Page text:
Wednesday, December 14, 2005

Soldier's Christmas Wishes Don't Change

This picture was taken last year at Camp Taqaddum near Fallujah, Iraq. The lone chair sitting next to the decorated tree would be a hot seat for many camera shy soldiers who would warm it while stumbling tongue-tied through sincerely homesick Christmas wishes captured on video for their families and friends. This brightly decorated corner of a dreary building in a far-away land was a small physical display of the meaning that the holidays held for these soldiers who had already been "in-country" for ten months.

Some of their thoughts were captured in these exerpts I will share with you. In a newsletter home Battalion members wrote:

Families of blood, sweat, and toil...
"Christmas is a more than a little different this year…..or not. In the words of Joe Ketcher “you have to make do with the family you have here”. I couldn’t have said it better myself. Lights hang in the hall, a tree in the day room, and shopping at the click of a button. Though it is still hard, my family here will make this season easier than I thought.

This is my first Christmas away from home, but sometimes you have to make the best of what you have. Since I can’t be at home I am glad that I am here with the family I have developed over the past year."

SPC Melissa Norwood
Some things (though griped about) are still wistfully missed...
"As we get closer to Christmas, I would like to take this opportunity to review some of the joyous seasonal activities that we are missing at home. Many of us have children and are missing the small child begging for a week to go to the mall and see Santa. We get to the mall and wait in line for about three hours, when we finally get to see Santa either the child starts to cry uncontrollably or just sits there like a log and stares. This leads me to the mall in general.

Is this not the greatest place in the world to get into the holiday spirit? Rude people that push and shove just to get a toy that the child will only play with for about 2.3 minutes prior to it breaking beyond repair. Another thing that I am missing so much that it causes me to weep in my rack late at night is the holiday traffic. I miss going down 71st Street (i.e., Tulsa, OK). I really miss that it takes about 45 minutes to go about 4 miles. I am also going to miss the family get-togethers. Relatives that you don’t know showing up and making you feel guilty because you don’t have a gift to give them, your aunt giving everyone their annual fruit cake, and the uncle that tells everyone that he has one of whatever just like it and spends the next 2 hours describing how to use it and the virtues of whatever trinket it is that you just received. I hope this helps all of you feel all-festive and stuff. Ultimately, I guess I just need to say Merry Christmas to all and to all a Goodnight. Looking for the star to follow home."

SPC Wayne Powell
Be careful or you'll shoot out your eye...
"We all have Christmas stories that have shaped our attitude, feelings, and emotions over Christmas. An extreme example is from the movie, A Christmas Story – a movie that still makes me laugh after 20 years. Ralph (or Ralphie) is on a quest to get a Red Ride Bee-Bee Gun for Christmas. The gag line through the whole movie is “you’ll shoot your eye out,” every time he tries to convince someone he needs his Red Rider Bee-Bee gun. Well, Ralph gets his Bee-Bee gun and almost shoots his eye out. There are several other great sub-plots through the movie - the leg lamp, the Bumpus’s dogs, Christmas dinner at a Chinese restaurant, and the foul-mouthed but loving father.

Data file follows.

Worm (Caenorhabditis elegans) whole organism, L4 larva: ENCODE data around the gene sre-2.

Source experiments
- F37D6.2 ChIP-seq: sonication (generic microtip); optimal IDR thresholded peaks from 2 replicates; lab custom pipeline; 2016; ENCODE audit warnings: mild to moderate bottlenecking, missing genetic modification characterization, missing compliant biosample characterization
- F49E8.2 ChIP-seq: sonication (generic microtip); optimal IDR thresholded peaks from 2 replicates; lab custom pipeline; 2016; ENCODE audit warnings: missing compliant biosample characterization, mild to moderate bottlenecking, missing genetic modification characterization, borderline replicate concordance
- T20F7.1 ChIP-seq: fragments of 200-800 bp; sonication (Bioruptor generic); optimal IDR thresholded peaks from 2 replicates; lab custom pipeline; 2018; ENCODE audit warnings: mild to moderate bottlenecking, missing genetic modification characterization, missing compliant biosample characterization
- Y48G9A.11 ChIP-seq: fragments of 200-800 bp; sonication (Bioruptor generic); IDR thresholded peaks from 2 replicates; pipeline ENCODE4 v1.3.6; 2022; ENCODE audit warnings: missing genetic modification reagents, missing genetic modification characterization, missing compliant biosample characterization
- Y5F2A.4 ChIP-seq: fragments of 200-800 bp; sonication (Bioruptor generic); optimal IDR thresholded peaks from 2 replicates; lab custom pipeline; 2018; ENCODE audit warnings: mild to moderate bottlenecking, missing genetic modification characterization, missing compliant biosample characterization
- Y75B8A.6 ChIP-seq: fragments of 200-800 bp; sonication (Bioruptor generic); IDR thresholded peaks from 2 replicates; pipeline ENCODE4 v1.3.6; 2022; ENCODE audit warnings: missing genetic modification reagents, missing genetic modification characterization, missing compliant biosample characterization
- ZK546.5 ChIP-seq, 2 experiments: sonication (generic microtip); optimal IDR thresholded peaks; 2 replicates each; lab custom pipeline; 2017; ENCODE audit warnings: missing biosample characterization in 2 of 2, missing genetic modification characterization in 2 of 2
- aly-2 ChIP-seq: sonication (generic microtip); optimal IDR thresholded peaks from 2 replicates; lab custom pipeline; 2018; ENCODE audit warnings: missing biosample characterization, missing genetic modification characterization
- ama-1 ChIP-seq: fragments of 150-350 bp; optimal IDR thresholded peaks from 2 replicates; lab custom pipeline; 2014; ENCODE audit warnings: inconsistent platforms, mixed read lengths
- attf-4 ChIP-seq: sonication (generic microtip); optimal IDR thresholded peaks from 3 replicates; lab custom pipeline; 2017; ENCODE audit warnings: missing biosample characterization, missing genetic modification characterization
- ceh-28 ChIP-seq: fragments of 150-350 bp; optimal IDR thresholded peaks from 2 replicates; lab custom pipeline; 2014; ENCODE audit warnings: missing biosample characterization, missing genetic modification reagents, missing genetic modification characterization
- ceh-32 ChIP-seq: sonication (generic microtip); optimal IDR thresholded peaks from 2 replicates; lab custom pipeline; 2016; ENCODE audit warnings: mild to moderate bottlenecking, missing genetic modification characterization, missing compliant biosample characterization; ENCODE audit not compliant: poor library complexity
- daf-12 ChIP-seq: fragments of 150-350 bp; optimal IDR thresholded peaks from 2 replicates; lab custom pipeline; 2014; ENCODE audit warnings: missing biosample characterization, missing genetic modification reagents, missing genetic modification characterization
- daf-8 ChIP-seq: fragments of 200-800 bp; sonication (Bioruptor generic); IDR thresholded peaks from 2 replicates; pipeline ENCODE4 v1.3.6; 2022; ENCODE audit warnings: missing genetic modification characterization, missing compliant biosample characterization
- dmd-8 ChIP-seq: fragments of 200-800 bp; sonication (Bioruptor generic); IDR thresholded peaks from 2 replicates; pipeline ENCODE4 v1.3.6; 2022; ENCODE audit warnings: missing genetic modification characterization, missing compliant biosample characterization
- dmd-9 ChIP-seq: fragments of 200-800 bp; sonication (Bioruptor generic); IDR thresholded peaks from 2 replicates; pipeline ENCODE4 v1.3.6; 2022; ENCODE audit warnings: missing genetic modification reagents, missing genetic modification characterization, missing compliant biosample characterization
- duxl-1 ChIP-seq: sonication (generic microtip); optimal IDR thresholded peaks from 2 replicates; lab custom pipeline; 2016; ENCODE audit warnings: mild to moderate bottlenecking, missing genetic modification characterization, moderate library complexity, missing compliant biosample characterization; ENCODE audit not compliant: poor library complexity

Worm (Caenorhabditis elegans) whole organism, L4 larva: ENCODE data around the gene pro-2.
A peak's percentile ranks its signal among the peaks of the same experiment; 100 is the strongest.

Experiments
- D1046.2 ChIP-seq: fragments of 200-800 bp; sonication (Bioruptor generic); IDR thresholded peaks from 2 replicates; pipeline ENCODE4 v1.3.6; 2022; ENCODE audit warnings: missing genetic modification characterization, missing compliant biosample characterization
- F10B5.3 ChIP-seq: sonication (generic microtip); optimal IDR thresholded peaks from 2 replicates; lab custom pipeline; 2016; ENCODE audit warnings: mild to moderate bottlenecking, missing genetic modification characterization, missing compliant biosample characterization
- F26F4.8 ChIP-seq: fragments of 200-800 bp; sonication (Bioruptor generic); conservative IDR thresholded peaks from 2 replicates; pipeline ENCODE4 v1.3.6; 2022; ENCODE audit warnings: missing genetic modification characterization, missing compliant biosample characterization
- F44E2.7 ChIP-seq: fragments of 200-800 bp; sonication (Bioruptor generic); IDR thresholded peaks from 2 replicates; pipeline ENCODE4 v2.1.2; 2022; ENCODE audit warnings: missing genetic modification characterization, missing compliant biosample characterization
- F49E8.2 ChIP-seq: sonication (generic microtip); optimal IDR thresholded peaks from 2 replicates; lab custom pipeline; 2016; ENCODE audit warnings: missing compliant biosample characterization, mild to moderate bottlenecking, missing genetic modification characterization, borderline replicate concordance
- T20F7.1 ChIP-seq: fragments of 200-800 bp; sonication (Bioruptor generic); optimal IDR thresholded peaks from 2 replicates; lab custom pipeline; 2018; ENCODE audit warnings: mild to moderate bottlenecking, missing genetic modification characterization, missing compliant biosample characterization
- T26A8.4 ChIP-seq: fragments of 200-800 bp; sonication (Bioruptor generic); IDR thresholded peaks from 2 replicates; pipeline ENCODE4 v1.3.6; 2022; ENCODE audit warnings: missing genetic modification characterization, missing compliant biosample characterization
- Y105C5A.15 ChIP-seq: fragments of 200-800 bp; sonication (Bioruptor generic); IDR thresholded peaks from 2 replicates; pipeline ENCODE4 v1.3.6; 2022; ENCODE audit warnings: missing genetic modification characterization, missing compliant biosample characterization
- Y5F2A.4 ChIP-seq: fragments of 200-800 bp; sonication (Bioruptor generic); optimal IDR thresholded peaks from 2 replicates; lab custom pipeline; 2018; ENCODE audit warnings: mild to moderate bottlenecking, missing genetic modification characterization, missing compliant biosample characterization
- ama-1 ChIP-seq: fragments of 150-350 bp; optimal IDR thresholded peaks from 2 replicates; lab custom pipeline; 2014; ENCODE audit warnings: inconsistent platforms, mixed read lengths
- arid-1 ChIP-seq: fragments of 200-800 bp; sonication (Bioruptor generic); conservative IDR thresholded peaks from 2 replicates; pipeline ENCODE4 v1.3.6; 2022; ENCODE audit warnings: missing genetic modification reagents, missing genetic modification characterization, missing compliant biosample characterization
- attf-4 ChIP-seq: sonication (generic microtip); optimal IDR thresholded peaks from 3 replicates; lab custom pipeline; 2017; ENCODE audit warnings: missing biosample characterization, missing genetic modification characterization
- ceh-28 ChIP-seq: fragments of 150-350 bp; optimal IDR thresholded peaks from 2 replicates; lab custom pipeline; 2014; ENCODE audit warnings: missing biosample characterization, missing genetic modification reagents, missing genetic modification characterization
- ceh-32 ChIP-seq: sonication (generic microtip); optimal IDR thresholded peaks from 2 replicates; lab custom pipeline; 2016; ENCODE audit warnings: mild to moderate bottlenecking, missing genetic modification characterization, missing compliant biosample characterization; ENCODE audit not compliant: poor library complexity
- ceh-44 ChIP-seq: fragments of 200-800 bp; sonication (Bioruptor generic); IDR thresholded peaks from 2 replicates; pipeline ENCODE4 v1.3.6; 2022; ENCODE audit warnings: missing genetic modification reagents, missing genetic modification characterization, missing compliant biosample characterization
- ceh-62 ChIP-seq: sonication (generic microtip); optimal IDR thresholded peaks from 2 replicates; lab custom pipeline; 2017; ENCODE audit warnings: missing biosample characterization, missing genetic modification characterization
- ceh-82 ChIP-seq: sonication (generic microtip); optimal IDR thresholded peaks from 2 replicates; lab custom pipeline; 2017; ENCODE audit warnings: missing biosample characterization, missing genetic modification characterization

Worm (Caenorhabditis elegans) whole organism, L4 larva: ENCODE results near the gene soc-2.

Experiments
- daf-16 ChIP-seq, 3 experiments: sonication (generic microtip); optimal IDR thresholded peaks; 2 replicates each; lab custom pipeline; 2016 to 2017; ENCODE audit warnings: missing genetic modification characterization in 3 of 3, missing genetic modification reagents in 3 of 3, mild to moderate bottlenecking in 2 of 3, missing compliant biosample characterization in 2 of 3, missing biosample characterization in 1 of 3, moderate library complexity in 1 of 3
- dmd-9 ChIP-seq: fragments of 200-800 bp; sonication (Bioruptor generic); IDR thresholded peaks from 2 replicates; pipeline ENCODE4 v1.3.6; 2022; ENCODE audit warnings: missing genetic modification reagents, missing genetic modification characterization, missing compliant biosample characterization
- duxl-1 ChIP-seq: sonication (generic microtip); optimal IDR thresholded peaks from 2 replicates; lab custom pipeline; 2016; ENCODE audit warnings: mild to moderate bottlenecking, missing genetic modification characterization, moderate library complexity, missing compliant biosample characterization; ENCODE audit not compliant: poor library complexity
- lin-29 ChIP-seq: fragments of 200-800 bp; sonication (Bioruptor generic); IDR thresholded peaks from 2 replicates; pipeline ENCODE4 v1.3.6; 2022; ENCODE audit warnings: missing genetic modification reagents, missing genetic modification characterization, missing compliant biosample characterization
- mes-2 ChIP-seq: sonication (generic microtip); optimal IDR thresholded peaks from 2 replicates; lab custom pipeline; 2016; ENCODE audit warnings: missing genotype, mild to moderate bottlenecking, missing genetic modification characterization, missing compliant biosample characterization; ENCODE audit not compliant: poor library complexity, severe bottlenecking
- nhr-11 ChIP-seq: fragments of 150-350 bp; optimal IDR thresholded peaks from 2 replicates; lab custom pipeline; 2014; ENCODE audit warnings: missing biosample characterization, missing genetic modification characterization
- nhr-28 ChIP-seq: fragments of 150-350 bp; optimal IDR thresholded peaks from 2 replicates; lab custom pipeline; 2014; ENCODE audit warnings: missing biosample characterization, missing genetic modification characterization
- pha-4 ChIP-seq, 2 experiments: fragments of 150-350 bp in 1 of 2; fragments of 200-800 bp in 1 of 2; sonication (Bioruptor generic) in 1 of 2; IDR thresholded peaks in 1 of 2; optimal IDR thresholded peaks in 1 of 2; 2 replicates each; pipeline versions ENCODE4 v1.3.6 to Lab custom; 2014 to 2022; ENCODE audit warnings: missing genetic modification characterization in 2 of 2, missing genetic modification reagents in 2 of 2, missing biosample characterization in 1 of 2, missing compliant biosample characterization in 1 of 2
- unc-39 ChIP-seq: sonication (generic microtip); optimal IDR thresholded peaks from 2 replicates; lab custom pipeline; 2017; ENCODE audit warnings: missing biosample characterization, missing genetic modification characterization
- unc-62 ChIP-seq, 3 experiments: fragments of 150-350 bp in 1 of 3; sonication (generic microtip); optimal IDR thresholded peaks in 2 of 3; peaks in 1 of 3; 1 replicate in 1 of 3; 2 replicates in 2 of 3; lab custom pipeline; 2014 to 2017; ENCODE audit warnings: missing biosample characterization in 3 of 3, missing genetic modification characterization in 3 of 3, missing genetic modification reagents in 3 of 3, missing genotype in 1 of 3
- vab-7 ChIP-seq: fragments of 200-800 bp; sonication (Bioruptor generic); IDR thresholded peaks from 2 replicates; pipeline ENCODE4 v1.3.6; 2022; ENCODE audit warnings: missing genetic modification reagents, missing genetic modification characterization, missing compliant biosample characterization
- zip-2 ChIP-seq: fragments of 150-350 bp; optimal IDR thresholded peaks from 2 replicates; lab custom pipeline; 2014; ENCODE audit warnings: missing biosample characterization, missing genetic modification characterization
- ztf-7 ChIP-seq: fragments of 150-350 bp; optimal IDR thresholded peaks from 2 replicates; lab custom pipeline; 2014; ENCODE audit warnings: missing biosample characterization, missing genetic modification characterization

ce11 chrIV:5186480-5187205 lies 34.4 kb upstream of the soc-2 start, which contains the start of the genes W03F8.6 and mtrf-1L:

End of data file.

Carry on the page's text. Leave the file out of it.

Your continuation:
We all have our Christmas stories. My story is about a 10-speed bike; quite a novelty in the 1970s. I wrote Santa Claus and asked for a 10-speed bike. My brother was all over me about how I would never get a 10-speed bike from Santa. On Christmas morning, I woke-up and to my great surprise after all the badgering from my brother there was the bike. I woke-up my brother and showed him the bike. He was furious. I do not think he ever got over that I got a bike from “Santa”. I did not shoot my eye out that Christmas but I am sure my brother wanted to blacken both of them.

So now, I find myself in Iraq for Christmas wondering how this will fit into my family’s Christmas stories. I have a pistol and a rifle given to me by the government and have a better than 50-50 chance to shoot my eye out; guess that is why they gave me Wiley-X eye protection. Therefore, my story for this year will be how I spent Christmas with a splendid group of soldiers and marines in Iraq so others could be with their families and friends. It is our gift to America and our families. Someday they will repay our families and us the favor. Moreover, let us not forget that Christmas is a celebration of faith, hope, and love provided to us by the Lord – the greatest gifts ever given to any person. God bless, have a wonderful Christmas and New Year, and we will see you shortly. Make some wonderful Christmas stories for us this year."

Major Mark Clifton

To these soldiers and those they served with in the Oklahoma National Guard 120th Engineering Battalion I wish a heartfelt Merry Christmas and a Happy New Year. They are fortunate to enjoy this year's Christmas with their families, which is the one true wish of all servicemen in the world.

To those who serve - thank you and God Bless - we wish you all were home.

posted by Is It Just Me? at 1:58 PM